“I was really impressed with how much dairy farming is a way of life,” she says. “It was a story that needed to be told, and I wanted to tell it.”

As the story and characters began to build up in her mind, she went to see her son perform in “Cheeseheads: The Musical” in Sheboygan County.

There she listened to the playwright describe his process. She realized she had the start of something and says she thought to herself, “He’s just an ordinary person. If he can do it, why can’t I?”

Once she had the basis of a script, she talked to her sister about composing the musical score.

“I knew she had no idea what she was asking,” Wiltse says. “I wanted to make sure we were far enough in a script that we believed in.”

Once they had it down, Wiltse went to work composing a score that features a variety of styles of music to complement the lyrics: ragtime, jazz, blues, country, polka and more.

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They were writing up until the opening curtain when the show debuted in May.

All told, it took a year and a half, which is fast considering most musicals spend several years in the making.

Along the way, the sisters had many mentors.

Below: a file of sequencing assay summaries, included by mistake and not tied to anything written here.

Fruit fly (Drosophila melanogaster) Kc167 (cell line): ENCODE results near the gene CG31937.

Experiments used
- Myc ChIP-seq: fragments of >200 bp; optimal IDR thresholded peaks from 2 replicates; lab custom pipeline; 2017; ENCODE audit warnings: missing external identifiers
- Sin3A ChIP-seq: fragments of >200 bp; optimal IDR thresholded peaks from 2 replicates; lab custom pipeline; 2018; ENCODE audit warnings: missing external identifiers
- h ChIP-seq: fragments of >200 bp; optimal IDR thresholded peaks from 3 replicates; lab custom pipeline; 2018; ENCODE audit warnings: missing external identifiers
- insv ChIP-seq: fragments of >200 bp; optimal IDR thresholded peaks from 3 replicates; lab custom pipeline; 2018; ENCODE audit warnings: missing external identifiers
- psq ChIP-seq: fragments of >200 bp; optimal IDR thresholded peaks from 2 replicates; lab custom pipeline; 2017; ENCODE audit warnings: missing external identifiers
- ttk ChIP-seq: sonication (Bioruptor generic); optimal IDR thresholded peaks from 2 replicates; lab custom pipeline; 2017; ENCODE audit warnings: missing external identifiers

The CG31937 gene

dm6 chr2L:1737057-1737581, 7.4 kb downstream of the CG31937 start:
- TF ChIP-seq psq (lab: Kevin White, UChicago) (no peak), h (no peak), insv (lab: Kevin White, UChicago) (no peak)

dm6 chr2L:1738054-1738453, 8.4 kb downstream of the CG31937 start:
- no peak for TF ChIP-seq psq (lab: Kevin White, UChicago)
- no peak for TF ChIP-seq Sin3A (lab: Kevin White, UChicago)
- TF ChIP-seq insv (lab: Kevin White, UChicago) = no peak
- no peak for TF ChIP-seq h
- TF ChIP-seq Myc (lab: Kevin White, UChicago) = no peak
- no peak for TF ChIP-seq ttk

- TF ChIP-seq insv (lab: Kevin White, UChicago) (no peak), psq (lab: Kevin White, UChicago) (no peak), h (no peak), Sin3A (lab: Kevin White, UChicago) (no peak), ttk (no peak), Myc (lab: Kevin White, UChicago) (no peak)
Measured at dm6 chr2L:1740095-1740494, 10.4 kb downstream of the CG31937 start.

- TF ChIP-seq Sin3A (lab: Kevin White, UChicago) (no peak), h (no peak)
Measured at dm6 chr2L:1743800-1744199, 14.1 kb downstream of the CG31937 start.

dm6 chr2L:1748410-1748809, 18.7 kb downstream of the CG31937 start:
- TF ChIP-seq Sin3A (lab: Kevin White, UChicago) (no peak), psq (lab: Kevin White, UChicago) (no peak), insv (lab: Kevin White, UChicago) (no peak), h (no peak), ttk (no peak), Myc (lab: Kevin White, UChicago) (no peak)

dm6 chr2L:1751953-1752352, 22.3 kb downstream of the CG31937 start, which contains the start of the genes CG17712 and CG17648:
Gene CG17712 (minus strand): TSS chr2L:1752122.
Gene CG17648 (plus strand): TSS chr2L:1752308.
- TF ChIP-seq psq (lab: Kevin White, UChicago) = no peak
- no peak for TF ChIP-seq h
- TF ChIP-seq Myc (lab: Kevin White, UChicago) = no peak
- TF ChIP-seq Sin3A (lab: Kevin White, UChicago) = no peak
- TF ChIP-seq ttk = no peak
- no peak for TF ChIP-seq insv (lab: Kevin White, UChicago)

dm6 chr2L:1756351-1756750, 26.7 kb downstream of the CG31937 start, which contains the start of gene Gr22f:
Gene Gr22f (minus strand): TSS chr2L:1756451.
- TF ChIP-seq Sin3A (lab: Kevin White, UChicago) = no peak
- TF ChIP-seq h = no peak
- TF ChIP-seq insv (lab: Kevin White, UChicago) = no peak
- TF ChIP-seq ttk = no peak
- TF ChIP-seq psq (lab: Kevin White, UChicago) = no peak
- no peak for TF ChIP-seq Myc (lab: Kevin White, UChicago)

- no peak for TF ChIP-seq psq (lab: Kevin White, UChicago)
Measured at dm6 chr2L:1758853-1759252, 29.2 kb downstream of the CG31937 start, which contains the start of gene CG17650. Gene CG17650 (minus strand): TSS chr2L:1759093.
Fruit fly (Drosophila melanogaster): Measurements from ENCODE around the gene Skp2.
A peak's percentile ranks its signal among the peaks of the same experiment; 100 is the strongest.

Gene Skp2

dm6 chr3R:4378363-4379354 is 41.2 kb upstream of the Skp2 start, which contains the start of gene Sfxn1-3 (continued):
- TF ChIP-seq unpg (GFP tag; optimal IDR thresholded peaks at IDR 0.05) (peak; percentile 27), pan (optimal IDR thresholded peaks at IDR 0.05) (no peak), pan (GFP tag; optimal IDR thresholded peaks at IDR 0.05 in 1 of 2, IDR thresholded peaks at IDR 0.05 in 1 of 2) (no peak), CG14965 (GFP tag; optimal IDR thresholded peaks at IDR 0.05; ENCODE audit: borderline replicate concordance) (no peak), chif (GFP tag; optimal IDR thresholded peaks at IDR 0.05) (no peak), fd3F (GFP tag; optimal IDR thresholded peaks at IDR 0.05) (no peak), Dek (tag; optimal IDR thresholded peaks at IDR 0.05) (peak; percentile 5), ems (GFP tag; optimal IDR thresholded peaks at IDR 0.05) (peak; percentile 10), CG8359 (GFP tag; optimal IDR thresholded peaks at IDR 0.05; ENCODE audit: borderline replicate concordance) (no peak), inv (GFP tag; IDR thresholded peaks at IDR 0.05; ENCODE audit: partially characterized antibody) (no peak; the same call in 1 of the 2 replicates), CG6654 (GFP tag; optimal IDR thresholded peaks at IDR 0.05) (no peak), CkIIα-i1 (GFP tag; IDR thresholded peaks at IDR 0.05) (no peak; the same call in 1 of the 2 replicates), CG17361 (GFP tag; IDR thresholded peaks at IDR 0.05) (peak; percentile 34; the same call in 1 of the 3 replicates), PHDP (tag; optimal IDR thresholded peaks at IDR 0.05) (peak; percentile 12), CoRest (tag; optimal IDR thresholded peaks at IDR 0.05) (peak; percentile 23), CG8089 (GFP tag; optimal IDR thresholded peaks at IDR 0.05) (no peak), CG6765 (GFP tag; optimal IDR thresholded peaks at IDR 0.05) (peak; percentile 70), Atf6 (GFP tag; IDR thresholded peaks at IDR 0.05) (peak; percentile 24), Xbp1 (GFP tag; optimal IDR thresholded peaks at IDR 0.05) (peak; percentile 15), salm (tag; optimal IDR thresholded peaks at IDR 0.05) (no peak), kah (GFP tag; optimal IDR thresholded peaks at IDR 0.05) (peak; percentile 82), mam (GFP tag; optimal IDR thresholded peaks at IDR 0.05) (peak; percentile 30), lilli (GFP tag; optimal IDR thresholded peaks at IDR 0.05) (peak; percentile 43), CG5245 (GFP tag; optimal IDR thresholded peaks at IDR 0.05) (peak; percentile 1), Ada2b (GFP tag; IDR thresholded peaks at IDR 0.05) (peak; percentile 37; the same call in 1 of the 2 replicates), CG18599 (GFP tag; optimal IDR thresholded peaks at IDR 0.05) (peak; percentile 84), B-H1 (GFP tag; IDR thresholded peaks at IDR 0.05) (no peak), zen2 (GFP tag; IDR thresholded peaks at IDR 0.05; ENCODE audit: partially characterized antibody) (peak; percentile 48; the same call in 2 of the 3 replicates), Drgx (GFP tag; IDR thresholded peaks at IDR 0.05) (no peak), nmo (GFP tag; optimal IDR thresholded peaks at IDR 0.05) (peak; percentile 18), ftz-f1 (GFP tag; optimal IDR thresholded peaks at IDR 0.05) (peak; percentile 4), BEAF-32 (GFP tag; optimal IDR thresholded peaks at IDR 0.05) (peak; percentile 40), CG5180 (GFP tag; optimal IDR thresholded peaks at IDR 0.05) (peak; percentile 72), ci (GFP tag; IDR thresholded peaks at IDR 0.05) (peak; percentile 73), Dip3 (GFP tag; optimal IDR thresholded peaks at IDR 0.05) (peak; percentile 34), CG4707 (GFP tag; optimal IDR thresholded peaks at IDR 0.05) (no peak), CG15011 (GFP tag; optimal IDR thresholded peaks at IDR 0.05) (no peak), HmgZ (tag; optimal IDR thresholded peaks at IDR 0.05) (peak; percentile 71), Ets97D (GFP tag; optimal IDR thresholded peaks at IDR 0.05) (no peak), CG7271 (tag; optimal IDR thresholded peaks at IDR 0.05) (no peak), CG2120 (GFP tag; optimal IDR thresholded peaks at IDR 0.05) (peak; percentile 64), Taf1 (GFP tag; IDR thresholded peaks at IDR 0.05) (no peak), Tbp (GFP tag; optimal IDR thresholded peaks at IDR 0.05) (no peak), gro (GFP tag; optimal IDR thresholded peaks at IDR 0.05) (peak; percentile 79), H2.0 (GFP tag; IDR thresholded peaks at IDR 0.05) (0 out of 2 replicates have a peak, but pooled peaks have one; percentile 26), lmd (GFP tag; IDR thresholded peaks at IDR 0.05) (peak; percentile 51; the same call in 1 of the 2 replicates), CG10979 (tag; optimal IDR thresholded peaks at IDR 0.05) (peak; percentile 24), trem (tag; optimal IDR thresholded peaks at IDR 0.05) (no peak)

A retired music teacher who is in charge of the local arts council helped them get an endorsement and lined up the band for the first performance in Kewaskum.

They worked with the theater department at a local university to find a director and put out a call for auditions.

Strack shared the script with Barbara Kluever, Washington County ag ambassador and member of the dairy promotion committee, who thought it was a worthy venture.

When the plans were in place for the first performance, Kluever worked with the dairy promotion committee to have a cheese tasting during the intermission.

“The dairy farming community has really embraced it,” Strack says. Producers came from hours away to see the first show.

The musical made its second appearance in Stoughton, Wisconsin, on Halloween weekend. They chose this location because Stoughton has the largest FFA in Dane County and it allowed them to tap into Madison’s theater resources.